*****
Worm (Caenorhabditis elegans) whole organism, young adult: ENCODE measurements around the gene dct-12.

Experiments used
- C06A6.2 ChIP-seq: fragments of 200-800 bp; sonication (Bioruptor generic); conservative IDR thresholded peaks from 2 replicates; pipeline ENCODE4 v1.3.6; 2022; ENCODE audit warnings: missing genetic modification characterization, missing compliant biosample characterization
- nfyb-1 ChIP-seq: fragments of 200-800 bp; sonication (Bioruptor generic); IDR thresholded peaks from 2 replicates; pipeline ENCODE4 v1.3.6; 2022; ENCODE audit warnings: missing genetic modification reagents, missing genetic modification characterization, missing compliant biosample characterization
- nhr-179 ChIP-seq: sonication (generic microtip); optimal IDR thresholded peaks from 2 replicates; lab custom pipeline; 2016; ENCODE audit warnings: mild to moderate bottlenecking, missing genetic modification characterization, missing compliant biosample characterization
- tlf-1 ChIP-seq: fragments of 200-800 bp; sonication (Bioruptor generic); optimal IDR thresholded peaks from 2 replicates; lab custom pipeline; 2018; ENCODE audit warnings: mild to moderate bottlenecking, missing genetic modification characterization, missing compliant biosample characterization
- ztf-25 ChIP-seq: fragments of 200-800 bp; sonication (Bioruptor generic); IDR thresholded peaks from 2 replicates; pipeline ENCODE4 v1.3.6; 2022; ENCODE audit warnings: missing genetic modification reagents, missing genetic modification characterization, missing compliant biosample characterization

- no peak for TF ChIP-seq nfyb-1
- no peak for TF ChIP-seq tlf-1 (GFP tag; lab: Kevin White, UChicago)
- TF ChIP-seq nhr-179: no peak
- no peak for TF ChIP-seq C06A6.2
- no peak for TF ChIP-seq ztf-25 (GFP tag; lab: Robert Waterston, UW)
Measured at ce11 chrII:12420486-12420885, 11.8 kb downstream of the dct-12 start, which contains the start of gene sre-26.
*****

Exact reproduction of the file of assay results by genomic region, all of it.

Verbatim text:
Worm (Caenorhabditis elegans) whole organism, young adult: ENCODE measurements around the gene dct-12.

Experiments used
- C06A6.2 ChIP-seq: fragments of 200-800 bp; sonication (Bioruptor generic); conservative IDR thresholded peaks from 2 replicates; pipeline ENCODE4 v1.3.6; 2022; ENCODE audit warnings: missing genetic modification characterization, missing compliant biosample characterization
- nfyb-1 ChIP-seq: fragments of 200-800 bp; sonication (Bioruptor generic); IDR thresholded peaks from 2 replicates; pipeline ENCODE4 v1.3.6; 2022; ENCODE audit warnings: missing genetic modification reagents, missing genetic modification characterization, missing compliant biosample characterization
- nhr-179 ChIP-seq: sonication (generic microtip); optimal IDR thresholded peaks from 2 replicates; lab custom pipeline; 2016; ENCODE audit warnings: mild to moderate bottlenecking, missing genetic modification characterization, missing compliant biosample characterization
- tlf-1 ChIP-seq: fragments of 200-800 bp; sonication (Bioruptor generic); optimal IDR thresholded peaks from 2 replicates; lab custom pipeline; 2018; ENCODE audit warnings: mild to moderate bottlenecking, missing genetic modification characterization, missing compliant biosample characterization
- ztf-25 ChIP-seq: fragments of 200-800 bp; sonication (Bioruptor generic); IDR thresholded peaks from 2 replicates; pipeline ENCODE4 v1.3.6; 2022; ENCODE audit warnings: missing genetic modification reagents, missing genetic modification characterization, missing compliant biosample characterization

- no peak for TF ChIP-seq nfyb-1
- no peak for TF ChIP-seq tlf-1 (GFP tag; lab: Kevin White, UChicago)
- TF ChIP-seq nhr-179: no peak
- no peak for TF ChIP-seq C06A6.2
- no peak for TF ChIP-seq ztf-25 (GFP tag; lab: Robert Waterston, UW)
Measured at ce11 chrII:12420486-12420885, 11.8 kb downstream of the dct-12 start, which contains the start of gene sre-26.